The only stress I had came from some condensation that formed behind the front lens element on my 400mm f/2.8 lens. Greg offered me a cloth to wipe off the front element but the condensation persisted. When I looked at it in further detail I realized the moisture was between the front lens element and the element immediately behind the front element. That implies moisture has somehow entered the lens and that concerns me. I used an Aqua Tech on Friday during the soaker of a soccer game and everything was dry and protected. Maybe it was the high humidity on Friday and today that caused the condensation to occur.

I noticed that the condensation began to form when the sun came out and it heated up. I read online that condensation tends to form under those circumstances. A few people suggested using that disselent stuff that comes in packages to suck out moisture. They recommended putting your lens in a ziploc bag with one of those things and it'll hopefully suck up the moisture. The concern I have is that if moisture got in once it could get in again.

Hours after the event I examined my lens again and the condensation has evaporated. I'll keep my eye on it and if worst comes to worst I'll have the lens repaired or examined by NPS. Photography is an expensive hobby and business to be in due to the equipment cost!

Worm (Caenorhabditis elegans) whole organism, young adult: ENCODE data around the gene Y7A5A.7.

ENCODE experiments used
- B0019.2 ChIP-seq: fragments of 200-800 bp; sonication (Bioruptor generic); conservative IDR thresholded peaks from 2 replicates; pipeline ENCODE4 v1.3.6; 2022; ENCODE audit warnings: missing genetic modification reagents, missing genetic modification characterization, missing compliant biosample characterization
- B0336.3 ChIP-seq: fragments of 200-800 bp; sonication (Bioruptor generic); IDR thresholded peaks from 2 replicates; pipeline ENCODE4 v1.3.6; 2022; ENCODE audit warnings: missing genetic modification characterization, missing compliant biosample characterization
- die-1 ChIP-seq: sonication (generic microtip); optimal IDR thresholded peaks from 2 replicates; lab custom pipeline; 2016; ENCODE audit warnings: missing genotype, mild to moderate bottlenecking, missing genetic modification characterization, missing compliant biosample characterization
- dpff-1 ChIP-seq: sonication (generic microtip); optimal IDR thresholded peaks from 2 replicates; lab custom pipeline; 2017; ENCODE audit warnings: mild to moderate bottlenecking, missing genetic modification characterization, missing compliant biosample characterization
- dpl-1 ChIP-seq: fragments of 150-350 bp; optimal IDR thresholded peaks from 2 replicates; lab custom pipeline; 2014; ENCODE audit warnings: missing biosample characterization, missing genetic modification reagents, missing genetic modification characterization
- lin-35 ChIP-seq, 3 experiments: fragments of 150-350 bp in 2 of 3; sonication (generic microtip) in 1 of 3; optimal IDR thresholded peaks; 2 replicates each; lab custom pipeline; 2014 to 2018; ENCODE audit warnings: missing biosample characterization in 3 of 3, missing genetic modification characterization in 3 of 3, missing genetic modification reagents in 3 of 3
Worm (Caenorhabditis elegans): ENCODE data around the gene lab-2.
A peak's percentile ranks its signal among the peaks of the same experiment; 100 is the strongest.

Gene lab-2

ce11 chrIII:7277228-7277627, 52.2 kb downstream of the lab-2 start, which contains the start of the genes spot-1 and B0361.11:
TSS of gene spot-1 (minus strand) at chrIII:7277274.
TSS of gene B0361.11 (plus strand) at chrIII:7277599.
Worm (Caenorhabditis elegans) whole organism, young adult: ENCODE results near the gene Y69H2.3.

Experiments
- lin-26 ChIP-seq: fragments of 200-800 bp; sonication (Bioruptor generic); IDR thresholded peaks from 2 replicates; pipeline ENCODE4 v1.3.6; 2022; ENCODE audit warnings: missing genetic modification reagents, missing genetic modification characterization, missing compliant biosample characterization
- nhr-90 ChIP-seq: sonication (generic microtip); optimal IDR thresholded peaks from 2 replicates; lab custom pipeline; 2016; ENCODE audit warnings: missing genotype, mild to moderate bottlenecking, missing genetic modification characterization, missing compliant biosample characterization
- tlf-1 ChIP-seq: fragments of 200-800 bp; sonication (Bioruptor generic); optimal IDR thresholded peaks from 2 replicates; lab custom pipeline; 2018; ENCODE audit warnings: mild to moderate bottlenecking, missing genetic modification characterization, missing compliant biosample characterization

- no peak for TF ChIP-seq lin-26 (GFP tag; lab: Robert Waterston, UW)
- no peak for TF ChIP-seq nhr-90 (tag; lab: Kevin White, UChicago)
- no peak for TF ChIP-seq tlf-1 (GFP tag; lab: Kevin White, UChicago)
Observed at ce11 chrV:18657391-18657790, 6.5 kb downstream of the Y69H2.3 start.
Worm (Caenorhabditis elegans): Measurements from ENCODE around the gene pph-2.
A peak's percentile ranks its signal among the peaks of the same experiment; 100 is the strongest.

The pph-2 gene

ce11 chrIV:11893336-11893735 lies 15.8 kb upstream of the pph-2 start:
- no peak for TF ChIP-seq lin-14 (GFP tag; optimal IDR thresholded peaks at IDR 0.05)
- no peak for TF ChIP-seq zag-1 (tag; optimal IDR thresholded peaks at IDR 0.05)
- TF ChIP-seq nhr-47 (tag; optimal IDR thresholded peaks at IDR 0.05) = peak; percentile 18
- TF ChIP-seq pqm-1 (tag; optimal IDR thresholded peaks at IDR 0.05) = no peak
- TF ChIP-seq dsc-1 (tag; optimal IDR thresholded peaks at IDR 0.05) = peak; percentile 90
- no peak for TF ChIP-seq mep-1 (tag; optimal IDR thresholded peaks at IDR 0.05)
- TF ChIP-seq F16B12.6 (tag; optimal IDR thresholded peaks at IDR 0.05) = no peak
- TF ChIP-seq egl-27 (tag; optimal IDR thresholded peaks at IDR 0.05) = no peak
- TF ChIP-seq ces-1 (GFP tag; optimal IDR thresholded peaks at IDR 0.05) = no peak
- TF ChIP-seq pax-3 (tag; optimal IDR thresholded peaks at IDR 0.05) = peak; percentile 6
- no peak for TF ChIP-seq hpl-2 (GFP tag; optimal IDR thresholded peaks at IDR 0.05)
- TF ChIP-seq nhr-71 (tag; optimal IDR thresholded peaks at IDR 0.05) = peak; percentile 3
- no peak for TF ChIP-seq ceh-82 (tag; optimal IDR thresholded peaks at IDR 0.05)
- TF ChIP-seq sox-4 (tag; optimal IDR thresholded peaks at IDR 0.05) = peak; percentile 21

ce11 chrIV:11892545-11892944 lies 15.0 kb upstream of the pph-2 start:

My photos of the Maryland Terrapins win over the Richmond Spider are up on Flickr. You can also read my article of the Terps 7-0 win over Richmond over on the DC Sports Box.

For my birthday I received a pair of waterproof camping pants for use during inclement weather at outdoor sporting events. Early in the week I headed back to REI and purchased a top to accompany the pants so that I'd have complete coverage during the next outdoor event where rain was expected.

This week it rained on Thursday and Friday. As Friday evening approached I looked towards the radar and noticed that heavy rain was moving in the direction of College Park. I was glad that I picked up the foul weather gear. I also asked Al if I could borrow his Aqua Tech. He gave me the nod and dropped it off at my house Friday afternoon.